The Importance of Self-Portraiture

Those day-to-day snapshots are an important way to document memories
and history. So, when was the last time you were in one?

Photographer Brooke Snow is passionate about the art of self-portraiture.
She shares tips on how – and why! – moms should step in front of the
camera more.

It was frustration that eventually led me to self-portraiture. Frustration and
jealousy! I was excited about the images that I was creating both
professionally, and personally, and kept telling my family “Do you know
how lucky you are?! You can get fabulous images of you and your family
compliments of me!”

But who was there to photograph me and my own family?

The challenge wasn’t so much about not being willing to pay someone (I
totally believe in hiring a pro for yearly portraits), it was more the
frustration of the everyday things that happen. My heart is drawn to
lifestyle photography and the storytelling power of photographing everyday
life. I’m not going to have access to another professional every time we
have a family gathering, go on a family adventure, or I just plain took the
the time to get ready and put on a new dress for no special reason!

As I’ve come closer and closer to knowing who I am as a photographer and
how I uniquely see the world, this longing has only increased – the longing
to not just document how I see other people and their life and
relationships, but how I personally see my own life.

My view of my family, my relationships, and even myself, will not be the
same view as someone else. This isn’t to say another person’s perspective
doesn’t have as much value, it’s just going to be different. And there is
something deeply rewarding and enlightening behind uncovering your own
vision of yourself and your family. After all, you know these relationships
better than anyone.

Self-portraiture, for me, is loosely defined as any image that:

1. I create a vision for

2. That I’m in.

I don’t care if someone else pushes the shutter button, or if other people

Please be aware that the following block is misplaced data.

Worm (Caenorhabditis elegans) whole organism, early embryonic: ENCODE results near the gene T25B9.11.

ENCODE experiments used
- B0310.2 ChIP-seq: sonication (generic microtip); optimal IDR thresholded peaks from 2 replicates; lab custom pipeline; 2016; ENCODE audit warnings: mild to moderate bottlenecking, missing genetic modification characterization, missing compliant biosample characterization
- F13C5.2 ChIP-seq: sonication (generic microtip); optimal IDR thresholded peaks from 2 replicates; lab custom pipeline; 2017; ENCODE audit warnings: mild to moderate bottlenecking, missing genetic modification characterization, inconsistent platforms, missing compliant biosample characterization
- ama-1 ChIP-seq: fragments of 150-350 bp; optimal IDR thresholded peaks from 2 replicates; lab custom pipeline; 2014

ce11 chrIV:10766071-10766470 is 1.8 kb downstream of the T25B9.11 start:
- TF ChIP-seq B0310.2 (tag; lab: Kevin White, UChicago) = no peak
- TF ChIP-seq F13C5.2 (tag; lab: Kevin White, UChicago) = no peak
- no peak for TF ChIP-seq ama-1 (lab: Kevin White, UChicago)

are present in the photograph. Those two things alone should be
considered an achievement!

Creating a Vision

This aspect of self-portraiture is the most opportune for growing as a
photographer. Because you will be in front of the camera you must begin
with some type of visualization of what you want an image to look like
before you take it or set it up. This very exercise alone can be one of the
most progressive experiences in developing your vision for when you shoot
behind the lens! If you are practiced at having an image in mind previous to
shooting and making it happen, you grow in developing a personal style,
your creativity increases, and you are far more likely to be satisfied with
your work because you know if you met your goal.

My eye for composition has also further developed by exploring self-
portraiture. If I am shooting by myself, I seem to slow down more and
notice any possible distractions as well as look for any strong composition
elements within the environment that will draw the eye. I’m not distracted
by already having a subject within the frame, so I learn to pay greater
attention to everything else included.

Getting in the Shot

Getting in your images is helpful with a few handy tools.

1. A tripod. I never thought that I would love having a tripod
since I
typically don’t use one when shooting professionally. But it has become
invaluable to my self-portraiture being a positive experience and less

2. A timer. One of my favorite features on my Nikon D7000
camera is
the multiple shot timer feature. It allows me to set the timer for up to 9
shots at a time. This is so helpful in preventing the amount of times I have
to run back and set the camera to fire again. It also helps me get a
sequence of images, which has been invaluable to my vision of lifestyle
images and capturing true interaction with me and my son. I can set up my
composition, set the camera to fire a series of shots and simply interact
and have a real experience instead of a staged one.

3. A remote. A remote can save you several trips back to the
camera as
well. I prefer this method for something less action oriented and less

4. 4. Manual Focusing. The most common technical challenge I
face is
focusing the image when I’m not actually in it! When other people are
present I focus on them or have someone step into place of where I will be
to focus the shot.

If I’m shooting alone I try to find something in the environment to place on
the same focal plane of where I will be (a bucket, a jacket, something I can
easily toss as soon as I run in!), set the focus on the temporary object with
auto focus and quickly switch the lens to manual focus to make sure the
focus is locked in place.

Self-portraiture can be a wonderful tool to help you grow as a
photographer in developing your vision, improving your composition, and
not to mention what a fun surprise it is to see what the image actually
looks like! Playing both roles of photographer and subject is a challenge,
but the payoff is well worth the effort.

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